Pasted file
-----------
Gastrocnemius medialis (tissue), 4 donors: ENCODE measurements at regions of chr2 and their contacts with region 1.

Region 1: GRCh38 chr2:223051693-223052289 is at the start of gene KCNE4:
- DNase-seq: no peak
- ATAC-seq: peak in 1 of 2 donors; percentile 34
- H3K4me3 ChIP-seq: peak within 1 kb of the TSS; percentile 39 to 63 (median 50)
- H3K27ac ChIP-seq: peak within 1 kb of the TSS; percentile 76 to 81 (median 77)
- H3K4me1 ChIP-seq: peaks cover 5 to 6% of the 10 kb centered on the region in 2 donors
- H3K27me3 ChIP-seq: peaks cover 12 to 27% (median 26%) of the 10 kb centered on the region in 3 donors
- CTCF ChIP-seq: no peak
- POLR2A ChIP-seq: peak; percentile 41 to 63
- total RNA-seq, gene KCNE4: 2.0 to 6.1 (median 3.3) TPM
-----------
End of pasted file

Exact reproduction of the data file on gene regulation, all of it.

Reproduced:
Gastrocnemius medialis (tissue), 4 donors: ENCODE measurements at regions of chr2 and their contacts with region 1.

Region 1: GRCh38 chr2:223051693-223052289 is at the start of gene KCNE4:
- DNase-seq: no peak
- ATAC-seq: peak in 1 of 2 donors; percentile 34
- H3K4me3 ChIP-seq: peak within 1 kb of the TSS; percentile 39 to 63 (median 50)
- H3K27ac ChIP-seq: peak within 1 kb of the TSS; percentile 76 to 81 (median 77)
- H3K4me1 ChIP-seq: peaks cover 5 to 6% of the 10 kb centered on the region in 2 donors
- H3K27me3 ChIP-seq: peaks cover 12 to 27% (median 26%) of the 10 kb centered on the region in 3 donors
- CTCF ChIP-seq: no peak
- POLR2A ChIP-seq: peak; percentile 41 to 63
- total RNA-seq, gene KCNE4: 2.0 to 6.1 (median 3.3) TPM